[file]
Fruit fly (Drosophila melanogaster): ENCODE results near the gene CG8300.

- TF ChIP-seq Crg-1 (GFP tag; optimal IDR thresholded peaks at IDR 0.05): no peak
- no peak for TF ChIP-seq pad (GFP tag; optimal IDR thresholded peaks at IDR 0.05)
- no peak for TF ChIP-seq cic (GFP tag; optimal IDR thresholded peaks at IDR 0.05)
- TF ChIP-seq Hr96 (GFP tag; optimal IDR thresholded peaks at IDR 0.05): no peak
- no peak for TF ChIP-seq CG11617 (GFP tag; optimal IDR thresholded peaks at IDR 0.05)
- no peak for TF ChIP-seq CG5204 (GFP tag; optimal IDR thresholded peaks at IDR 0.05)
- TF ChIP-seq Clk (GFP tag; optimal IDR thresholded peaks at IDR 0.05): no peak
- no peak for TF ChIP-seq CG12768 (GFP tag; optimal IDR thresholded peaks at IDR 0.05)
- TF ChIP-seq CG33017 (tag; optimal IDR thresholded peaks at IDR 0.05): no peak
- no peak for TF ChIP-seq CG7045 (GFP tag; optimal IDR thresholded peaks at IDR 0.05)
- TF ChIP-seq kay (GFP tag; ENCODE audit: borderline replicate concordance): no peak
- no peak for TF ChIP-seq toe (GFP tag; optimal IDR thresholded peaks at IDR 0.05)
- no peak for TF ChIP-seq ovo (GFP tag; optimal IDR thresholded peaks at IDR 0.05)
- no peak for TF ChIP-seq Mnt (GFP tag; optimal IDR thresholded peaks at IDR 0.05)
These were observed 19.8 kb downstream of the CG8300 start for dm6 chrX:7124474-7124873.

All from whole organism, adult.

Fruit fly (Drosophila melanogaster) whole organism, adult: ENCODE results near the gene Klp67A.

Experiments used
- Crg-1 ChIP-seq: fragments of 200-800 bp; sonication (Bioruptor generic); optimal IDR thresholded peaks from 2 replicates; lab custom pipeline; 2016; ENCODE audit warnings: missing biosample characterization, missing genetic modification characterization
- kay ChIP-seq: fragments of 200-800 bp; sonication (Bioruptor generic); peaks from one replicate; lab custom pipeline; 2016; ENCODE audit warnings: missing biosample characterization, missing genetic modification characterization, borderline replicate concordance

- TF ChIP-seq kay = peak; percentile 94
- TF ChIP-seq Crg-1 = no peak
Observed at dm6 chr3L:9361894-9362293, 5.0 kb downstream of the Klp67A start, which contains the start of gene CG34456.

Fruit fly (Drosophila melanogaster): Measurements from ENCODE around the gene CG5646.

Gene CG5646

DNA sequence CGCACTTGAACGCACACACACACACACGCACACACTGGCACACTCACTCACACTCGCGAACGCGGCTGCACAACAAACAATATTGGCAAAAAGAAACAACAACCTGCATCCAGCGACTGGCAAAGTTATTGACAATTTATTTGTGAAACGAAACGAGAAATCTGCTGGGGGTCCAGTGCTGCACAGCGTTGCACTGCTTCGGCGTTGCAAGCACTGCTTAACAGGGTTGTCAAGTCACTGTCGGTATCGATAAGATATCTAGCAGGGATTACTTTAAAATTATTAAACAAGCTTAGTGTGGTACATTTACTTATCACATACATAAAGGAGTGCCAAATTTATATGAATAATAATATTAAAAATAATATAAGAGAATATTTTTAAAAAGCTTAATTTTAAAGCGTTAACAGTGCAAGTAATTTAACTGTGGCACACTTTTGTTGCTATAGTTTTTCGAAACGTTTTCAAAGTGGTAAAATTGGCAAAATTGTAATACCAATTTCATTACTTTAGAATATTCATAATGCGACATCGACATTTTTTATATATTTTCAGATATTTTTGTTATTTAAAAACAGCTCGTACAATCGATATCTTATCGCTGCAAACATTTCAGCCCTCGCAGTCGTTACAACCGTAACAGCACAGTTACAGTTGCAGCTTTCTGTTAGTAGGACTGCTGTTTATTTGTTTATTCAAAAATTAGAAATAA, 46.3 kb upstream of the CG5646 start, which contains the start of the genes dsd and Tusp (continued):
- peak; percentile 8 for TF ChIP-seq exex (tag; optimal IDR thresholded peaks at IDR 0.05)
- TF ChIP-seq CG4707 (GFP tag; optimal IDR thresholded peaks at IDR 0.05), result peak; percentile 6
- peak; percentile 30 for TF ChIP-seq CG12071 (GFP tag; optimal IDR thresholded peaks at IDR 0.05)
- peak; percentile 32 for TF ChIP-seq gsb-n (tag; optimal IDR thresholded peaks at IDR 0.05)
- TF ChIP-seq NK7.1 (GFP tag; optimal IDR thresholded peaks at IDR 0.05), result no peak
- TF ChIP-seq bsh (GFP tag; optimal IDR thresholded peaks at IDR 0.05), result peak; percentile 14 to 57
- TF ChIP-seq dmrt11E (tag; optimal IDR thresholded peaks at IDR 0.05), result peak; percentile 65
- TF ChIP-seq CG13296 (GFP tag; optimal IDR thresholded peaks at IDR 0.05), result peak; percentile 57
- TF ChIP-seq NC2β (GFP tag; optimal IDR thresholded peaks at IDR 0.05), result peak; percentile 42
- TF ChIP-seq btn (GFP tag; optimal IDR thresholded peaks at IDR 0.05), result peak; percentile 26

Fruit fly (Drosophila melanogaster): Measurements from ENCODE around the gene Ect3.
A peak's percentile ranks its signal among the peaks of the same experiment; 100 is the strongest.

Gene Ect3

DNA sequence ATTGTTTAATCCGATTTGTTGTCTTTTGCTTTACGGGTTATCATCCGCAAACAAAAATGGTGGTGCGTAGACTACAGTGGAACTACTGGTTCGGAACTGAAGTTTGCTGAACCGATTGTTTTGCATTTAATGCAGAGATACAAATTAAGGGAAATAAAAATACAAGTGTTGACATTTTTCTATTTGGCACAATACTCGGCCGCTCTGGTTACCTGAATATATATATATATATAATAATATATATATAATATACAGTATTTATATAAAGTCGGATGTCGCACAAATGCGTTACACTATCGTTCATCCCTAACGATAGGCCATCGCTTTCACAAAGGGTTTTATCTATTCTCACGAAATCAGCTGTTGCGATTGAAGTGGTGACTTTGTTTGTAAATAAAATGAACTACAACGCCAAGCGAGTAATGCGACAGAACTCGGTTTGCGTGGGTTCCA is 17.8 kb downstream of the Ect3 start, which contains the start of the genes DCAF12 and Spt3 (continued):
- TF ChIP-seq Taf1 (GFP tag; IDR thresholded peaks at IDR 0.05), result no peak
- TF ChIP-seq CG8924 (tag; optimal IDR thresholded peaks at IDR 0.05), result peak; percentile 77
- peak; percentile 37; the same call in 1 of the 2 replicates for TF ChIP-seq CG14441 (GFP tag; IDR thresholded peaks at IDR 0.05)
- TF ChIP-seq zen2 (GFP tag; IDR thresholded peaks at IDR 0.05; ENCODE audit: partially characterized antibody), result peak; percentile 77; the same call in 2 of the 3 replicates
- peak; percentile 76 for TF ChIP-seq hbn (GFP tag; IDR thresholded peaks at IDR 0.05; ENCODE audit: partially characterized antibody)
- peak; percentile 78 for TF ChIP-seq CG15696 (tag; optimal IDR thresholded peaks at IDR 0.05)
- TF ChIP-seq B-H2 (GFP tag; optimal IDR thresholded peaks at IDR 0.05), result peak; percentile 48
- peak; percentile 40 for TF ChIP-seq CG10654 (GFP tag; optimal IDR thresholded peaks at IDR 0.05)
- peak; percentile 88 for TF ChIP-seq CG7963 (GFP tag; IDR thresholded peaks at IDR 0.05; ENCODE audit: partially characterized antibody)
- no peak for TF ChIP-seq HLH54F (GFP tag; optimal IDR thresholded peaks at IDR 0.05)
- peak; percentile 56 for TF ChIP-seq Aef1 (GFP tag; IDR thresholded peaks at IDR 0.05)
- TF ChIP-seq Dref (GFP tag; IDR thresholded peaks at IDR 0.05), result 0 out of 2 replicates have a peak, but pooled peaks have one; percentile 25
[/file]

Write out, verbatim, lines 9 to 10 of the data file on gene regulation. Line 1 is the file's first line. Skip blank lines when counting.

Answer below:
- no peak for TF ChIP-seq CG12768 (GFP tag; optimal IDR thresholded peaks at IDR 0.05)
- TF ChIP-seq CG33017 (tag; optimal IDR thresholded peaks at IDR 0.05): no peak